It was with such a charter that William Grindecobbe returned to St. Albans, and breaking at the head of the burghers into the abbey precincts, summoned the abbot to deliver up the charters which bound the town in bondage to his house. But a more striking proof of servitude remained in the millstones, which after a long suit at law had been adjudged to the abbey, and placed within its cloister as a triumphant witness that no townsman might grind corn within the domain of the abbey save at the abbot's will. Bursting into the cloister the burghers now tore the millstones from the floor, and broke them into small pieces, "like blessed bread in church," so that each might have something to show of the day when their freedom was won again.
Many of the Kentish-men dispersed at the news of the King's pledge to the men of Essex, but thirty thousand men still surrounded Wat Tyler when Richard by a mere chance encountered him the next morning at Smithfield. Hot words passed between his train and the peasant leader, who advanced to confer with the King; and a threat from Tyler brought on a brief struggle in which the Mayor of London, William Walworth, struck him with his dagger to the ground. " Kill, kill," shouted the crowd, " they have slain our captain." " What need ye, my masters? " cried the boy-king, as he rode boldly to the front, " I am your Captain and your King! Follow me." The hopes of the peasants centred in the young sovereign: one aim of their rising had been to free him from the evil counsellors who, as they believed, abused his youth, and they now followed him with a touching loyalty and trust till he entered the Tower. His mother welcomed him with tears of joy. "Rejoice and praise God," the boy answered, "for I have recovered to-day my heritage which was lost, and the realm of England." But he was compelled to give the same pledge of freedom as at Mile-end, and it was only after receiving his letters of pardon and emancipation that the Kentish-men dispersed to their homes.
The revolt, indeed, was far from being at an end. South of the Thames it spread as far as Devonshire; there were outbreaks in the north; the eastern counties were in one wild turmoil of revolt. A body of peasants occupied St. Albans. A maddened crowd forced the gates of St. Edmundsbury and wrested from the trembling monks pledges for the confirmation of the liberties of the town. John the Litster, a dyer of Norwich, headed a mass of peasants, under the title of King of the Commons, and compelled the nobles he captured to act as his meat-tasters and to serve him on their knees during his repast. But the withdrawal of the peasant armies with their letters of emancipation gave courage to the nobles. The warlike Bishop of Norwich fell lance in hand on Litster's camp, and scattered the peasants of Norfolk at the first shock: while the King, with an army of 40,000 men, spread terror by the ruthlessness of his executions as he marched in triumph through Kent and Essex. At Waltham he was met by the display of his own recent charters and a protest from the Essex-men that "they were so far as freedom went the peers of their lords." But they were to learn the worth of a king's word. "Villeins you were," answered Richard, "and villeins you are.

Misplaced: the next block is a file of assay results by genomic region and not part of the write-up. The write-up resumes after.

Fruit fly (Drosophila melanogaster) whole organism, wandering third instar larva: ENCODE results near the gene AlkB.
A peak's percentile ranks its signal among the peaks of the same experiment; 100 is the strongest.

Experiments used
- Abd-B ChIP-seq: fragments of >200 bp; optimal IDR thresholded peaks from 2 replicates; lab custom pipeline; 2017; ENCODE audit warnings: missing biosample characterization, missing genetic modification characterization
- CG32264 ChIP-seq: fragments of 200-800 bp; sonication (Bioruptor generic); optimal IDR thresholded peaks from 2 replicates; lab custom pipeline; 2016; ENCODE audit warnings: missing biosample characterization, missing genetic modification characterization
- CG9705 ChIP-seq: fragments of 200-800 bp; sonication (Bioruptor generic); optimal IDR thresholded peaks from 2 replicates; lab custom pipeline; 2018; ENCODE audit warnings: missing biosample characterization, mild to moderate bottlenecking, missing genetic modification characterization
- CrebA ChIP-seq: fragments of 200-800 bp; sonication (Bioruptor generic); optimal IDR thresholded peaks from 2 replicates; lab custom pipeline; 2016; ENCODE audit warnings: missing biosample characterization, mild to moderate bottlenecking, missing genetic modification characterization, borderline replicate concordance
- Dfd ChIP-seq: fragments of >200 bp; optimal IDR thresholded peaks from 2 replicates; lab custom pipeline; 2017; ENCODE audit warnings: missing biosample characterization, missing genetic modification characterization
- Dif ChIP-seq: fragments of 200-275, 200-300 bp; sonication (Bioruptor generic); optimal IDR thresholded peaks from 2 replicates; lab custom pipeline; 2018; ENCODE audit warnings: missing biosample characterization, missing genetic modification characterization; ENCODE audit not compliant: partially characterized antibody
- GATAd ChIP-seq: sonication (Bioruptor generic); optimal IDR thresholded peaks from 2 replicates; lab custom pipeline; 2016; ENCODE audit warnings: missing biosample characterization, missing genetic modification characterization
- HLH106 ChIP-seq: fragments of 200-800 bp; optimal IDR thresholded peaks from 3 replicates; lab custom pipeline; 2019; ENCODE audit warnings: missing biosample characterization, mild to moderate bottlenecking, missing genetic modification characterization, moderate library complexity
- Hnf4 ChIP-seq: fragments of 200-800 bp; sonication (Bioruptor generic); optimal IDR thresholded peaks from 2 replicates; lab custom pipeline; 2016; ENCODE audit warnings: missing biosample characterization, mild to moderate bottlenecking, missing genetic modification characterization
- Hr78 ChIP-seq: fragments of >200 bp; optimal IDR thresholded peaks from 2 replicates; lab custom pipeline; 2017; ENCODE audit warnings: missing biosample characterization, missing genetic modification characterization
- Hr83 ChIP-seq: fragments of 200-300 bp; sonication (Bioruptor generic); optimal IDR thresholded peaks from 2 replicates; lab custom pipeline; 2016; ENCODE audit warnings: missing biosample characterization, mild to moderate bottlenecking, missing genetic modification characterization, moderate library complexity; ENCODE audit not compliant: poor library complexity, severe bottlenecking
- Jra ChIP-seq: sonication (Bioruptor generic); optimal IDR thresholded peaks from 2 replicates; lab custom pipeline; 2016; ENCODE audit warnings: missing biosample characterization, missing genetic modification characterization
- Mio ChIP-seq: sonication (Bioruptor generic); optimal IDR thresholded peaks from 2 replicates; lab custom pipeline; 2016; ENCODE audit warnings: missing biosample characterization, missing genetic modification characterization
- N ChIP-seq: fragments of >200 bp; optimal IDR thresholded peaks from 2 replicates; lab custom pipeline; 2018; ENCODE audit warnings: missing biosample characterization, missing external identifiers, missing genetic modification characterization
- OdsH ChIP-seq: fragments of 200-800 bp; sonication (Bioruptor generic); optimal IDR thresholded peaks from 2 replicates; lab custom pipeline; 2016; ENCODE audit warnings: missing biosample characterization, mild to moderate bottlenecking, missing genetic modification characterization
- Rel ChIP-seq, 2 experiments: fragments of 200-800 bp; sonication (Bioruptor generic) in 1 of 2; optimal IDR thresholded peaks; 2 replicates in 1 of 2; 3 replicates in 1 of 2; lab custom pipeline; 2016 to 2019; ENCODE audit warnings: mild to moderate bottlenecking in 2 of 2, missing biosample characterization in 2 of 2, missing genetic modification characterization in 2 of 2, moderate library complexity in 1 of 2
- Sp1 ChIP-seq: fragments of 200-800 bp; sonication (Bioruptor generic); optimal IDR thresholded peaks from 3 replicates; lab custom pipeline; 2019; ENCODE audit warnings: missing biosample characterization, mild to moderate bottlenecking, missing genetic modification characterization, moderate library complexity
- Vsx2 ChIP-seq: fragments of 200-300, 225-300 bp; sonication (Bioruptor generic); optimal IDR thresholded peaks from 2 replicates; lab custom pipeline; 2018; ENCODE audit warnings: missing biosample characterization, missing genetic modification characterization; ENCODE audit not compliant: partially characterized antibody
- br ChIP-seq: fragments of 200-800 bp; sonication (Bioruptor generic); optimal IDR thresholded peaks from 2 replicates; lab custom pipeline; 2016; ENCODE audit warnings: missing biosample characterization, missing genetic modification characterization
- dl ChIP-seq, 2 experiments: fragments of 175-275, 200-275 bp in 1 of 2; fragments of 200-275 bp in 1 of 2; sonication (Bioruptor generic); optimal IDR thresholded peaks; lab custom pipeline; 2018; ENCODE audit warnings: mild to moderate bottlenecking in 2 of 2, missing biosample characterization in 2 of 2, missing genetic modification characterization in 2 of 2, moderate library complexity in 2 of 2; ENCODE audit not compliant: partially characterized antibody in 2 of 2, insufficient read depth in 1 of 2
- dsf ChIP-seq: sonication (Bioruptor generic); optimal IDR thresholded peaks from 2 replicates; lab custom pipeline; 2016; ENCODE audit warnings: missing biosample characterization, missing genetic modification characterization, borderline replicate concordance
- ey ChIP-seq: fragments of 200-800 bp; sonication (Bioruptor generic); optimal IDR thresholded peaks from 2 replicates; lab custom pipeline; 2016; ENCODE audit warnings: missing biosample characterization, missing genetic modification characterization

In bondage you shall abide, and that not your old bondage, but a worse!" But the stubborn resistance which he met showed the temper of the people. The villagers of Billericay threw themselves into the woods and fought two hard fights before they were reduced to submission. It was only by threats of death that verdicts of guilty could be wrung from the Essex jurors when the leaders of the revolt were brought before them. Grindecobbe was offered his life if he would persuade his followers at St. Albans to restore "the charters they had wrung from the monks. He turned bravely to his fellow-townsmen and bade them take no thought for his trouble. "If I die," he said, " I shall die for the cause of the freedom we have won, counting myself happy to end my life by such a martyrdom. Do then to-day as you would have done had I been killed yesterday." But the stubborn will of the conquered was met by as stubborn a will in their conquerors. Through the summer and autumn seven thousand men are said to have perished on the gallows or the field.
The royal council indeed showed its sense of the danger of a mere policy of resistance by submitting the question of enfranchisement to the Parliament which assembled on the suppression of the revolt, with words which suggested a compromise. " If you desire to enfranchise and set at liberty the said serfs," ran the royal message, "by your common assent, as the King has been informed that some of you desire, he will consent to your prayer." But no thoughts of compromise influenced the landowners in their reply. The King's grant and letters, the Parliament answered with perfect truth, were legally null and void: their serfs were their goods, and the King could not take their goods from them but by their own consent. "And this consent," they ended, "we have never given and never will give, were we all to die in one day".